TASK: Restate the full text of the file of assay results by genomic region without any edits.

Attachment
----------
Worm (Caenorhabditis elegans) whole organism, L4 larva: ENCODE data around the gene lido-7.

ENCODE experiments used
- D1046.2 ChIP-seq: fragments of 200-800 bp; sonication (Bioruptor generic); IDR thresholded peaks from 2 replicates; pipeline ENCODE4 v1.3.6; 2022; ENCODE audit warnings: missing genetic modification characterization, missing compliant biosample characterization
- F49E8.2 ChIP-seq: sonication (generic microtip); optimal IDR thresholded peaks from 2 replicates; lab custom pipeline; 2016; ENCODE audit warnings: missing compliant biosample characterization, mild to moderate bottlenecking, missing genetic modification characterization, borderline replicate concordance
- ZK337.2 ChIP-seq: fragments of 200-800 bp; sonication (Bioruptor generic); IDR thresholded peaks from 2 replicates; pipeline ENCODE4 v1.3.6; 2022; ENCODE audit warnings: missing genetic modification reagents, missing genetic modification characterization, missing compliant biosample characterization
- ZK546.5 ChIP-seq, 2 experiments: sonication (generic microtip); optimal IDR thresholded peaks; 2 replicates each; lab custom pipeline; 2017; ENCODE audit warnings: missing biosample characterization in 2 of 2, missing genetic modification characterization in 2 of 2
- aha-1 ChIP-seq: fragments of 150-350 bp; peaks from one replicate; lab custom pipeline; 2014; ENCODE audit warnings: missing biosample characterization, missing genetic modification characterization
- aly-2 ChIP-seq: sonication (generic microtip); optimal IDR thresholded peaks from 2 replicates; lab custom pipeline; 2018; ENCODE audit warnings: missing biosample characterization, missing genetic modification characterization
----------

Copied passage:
Worm (Caenorhabditis elegans) whole organism, L4 larva: ENCODE data around the gene lido-7.

ENCODE experiments used
- D1046.2 ChIP-seq: fragments of 200-800 bp; sonication (Bioruptor generic); IDR thresholded peaks from 2 replicates; pipeline ENCODE4 v1.3.6; 2022; ENCODE audit warnings: missing genetic modification characterization, missing compliant biosample characterization
- F49E8.2 ChIP-seq: sonication (generic microtip); optimal IDR thresholded peaks from 2 replicates; lab custom pipeline; 2016; ENCODE audit warnings: missing compliant biosample characterization, mild to moderate bottlenecking, missing genetic modification characterization, borderline replicate concordance
- ZK337.2 ChIP-seq: fragments of 200-800 bp; sonication (Bioruptor generic); IDR thresholded peaks from 2 replicates; pipeline ENCODE4 v1.3.6; 2022; ENCODE audit warnings: missing genetic modification reagents, missing genetic modification characterization, missing compliant biosample characterization
- ZK546.5 ChIP-seq, 2 experiments: sonication (generic microtip); optimal IDR thresholded peaks; 2 replicates each; lab custom pipeline; 2017; ENCODE audit warnings: missing biosample characterization in 2 of 2, missing genetic modification characterization in 2 of 2
- aha-1 ChIP-seq: fragments of 150-350 bp; peaks from one replicate; lab custom pipeline; 2014; ENCODE audit warnings: missing biosample characterization, missing genetic modification characterization
- aly-2 ChIP-seq: sonication (generic microtip); optimal IDR thresholded peaks from 2 replicates; lab custom pipeline; 2018; ENCODE audit warnings: missing biosample characterization, missing genetic modification characterization